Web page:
Information on the administration and evaluation of the suicide prevention training programs.
Informed consent for HRT care
In 2016 and 2017, University Health Services (UHS) was named the best college health center in the nation by The Princeton Review. In keeping with its reputation of setting the bar for best practices, UHS introduces workflow changes to reduce barriers to care for transgender and gender non-conforming students (TGNC).
On May 17, 2018, UHS institutes what is known as an informed consent model for care related to hormone replacement therapy (HRT). Informed consent is an evidence-based model of providing care that is used in healthcare agencies serving and run primarily by LGBTQ+ and TGNC communities.
UHS began offering HRT for students in 2013, with the requirement that students first meet with a mental health provider to complete an assessment to receive a letter in support of this care. The requirement to meet with a mental health provider increases stigma for a community that has disproportionate healthcare disparities, and this requirement sends the message that TGNC people do not understand themselves, their needs, or their own experiences. Informed consent removes the requirement of meeting with a mental health provider prior to being able to access medical care, thereby making the process of beginning HRT consistent with the process for starting other medications.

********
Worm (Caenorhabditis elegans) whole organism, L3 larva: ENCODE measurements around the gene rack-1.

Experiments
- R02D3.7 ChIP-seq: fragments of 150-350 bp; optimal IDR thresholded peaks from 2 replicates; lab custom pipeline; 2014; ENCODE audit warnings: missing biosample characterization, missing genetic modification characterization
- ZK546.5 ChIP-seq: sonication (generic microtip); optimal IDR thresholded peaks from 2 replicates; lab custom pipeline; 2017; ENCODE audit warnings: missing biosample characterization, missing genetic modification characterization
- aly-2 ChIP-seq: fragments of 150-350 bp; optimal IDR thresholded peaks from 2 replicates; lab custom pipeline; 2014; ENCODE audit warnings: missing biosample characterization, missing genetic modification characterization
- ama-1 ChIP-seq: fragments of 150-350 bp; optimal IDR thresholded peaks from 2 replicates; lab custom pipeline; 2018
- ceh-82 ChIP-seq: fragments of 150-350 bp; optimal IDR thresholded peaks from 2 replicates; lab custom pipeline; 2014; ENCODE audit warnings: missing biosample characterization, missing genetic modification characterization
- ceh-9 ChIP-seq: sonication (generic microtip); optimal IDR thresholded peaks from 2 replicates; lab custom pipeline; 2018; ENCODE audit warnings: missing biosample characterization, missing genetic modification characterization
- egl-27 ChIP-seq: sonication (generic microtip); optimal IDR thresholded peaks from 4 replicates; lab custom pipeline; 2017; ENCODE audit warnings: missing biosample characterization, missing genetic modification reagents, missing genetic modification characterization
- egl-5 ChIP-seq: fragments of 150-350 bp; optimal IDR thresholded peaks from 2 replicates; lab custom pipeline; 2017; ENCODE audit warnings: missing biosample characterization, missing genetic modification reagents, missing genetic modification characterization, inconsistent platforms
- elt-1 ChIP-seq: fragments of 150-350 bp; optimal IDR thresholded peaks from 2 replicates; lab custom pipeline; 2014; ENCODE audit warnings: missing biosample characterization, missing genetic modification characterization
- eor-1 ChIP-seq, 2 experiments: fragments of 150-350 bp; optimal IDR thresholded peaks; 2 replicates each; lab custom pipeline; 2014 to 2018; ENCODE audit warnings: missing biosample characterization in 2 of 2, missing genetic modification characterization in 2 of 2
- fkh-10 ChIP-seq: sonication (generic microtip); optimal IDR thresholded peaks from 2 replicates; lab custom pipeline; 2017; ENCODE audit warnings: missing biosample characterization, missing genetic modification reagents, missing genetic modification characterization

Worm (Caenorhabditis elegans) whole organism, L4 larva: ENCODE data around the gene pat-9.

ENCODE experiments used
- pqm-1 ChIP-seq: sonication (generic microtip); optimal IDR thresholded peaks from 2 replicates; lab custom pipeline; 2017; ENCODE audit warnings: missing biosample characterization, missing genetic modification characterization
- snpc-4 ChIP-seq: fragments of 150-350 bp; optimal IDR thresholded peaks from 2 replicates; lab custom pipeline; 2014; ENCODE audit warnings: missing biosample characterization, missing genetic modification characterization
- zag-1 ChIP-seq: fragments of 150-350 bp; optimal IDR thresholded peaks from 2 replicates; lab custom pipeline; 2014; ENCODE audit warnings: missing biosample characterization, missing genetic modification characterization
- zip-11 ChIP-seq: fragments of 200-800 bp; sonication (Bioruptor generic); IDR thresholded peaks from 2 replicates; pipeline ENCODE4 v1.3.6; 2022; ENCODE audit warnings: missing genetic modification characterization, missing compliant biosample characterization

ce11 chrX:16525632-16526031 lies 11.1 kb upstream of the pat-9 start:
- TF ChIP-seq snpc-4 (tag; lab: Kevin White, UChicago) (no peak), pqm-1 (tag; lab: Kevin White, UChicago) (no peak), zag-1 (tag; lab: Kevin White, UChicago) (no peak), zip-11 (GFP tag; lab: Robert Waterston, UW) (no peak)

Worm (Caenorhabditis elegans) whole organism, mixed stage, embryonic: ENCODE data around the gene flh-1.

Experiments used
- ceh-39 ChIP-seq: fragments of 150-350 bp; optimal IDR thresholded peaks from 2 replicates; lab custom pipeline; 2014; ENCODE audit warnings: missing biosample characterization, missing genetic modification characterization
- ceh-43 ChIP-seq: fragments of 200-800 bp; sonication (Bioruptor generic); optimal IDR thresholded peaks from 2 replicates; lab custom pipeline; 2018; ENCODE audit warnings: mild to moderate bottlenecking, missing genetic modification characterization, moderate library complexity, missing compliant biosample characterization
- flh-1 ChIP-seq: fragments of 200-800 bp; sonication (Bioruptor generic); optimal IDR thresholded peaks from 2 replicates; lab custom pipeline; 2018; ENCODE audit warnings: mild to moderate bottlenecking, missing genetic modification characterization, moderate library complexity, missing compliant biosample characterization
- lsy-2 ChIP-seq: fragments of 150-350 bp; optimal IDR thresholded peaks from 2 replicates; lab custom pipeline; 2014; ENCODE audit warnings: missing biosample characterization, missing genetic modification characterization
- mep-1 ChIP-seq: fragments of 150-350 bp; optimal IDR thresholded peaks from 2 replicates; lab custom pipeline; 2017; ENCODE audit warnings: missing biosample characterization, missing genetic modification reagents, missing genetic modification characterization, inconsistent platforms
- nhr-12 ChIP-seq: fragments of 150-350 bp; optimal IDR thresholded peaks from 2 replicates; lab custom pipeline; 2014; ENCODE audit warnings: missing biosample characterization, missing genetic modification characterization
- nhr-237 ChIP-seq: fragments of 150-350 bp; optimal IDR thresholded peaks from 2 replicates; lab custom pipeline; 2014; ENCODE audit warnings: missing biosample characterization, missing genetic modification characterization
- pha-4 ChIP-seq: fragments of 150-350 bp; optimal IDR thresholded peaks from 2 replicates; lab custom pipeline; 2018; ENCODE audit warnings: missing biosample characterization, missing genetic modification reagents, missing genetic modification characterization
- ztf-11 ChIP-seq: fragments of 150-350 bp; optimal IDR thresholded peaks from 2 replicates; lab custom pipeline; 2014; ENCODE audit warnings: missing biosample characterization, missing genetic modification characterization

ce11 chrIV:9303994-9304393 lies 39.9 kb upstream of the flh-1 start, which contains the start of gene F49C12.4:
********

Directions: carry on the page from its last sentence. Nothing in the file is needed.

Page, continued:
UHS providers understand that oppression and marginalization have significant links to healthcare disparities, and in making this change, UHS moves toward eliminating disparities in the delivery of our care.
UHS’s collaboration with Gender and Sexuality Campus Center is an example of how services can change and adapt to better meet the needs of individuals who are members of historically underrepresented communities. By listening to these communities, following their lead, honoring strategies used within these communities, collaborating, working to understand the impact of oppression on healthcare disparities, and actively working to eliminate bias in our delivery of healthcare, we hope to create healthcare homes for students who may not have previously felt welcomed or cared for.
Transition can be stressful and having support will be important. Mental Health Services offers individual counseling, meetings to support students considering gender affirming surgeries, and weekly support and empowerment groups. Providers who have advanced training and experience working with TGNC students are available.
Please see our Trans Health page to learn more.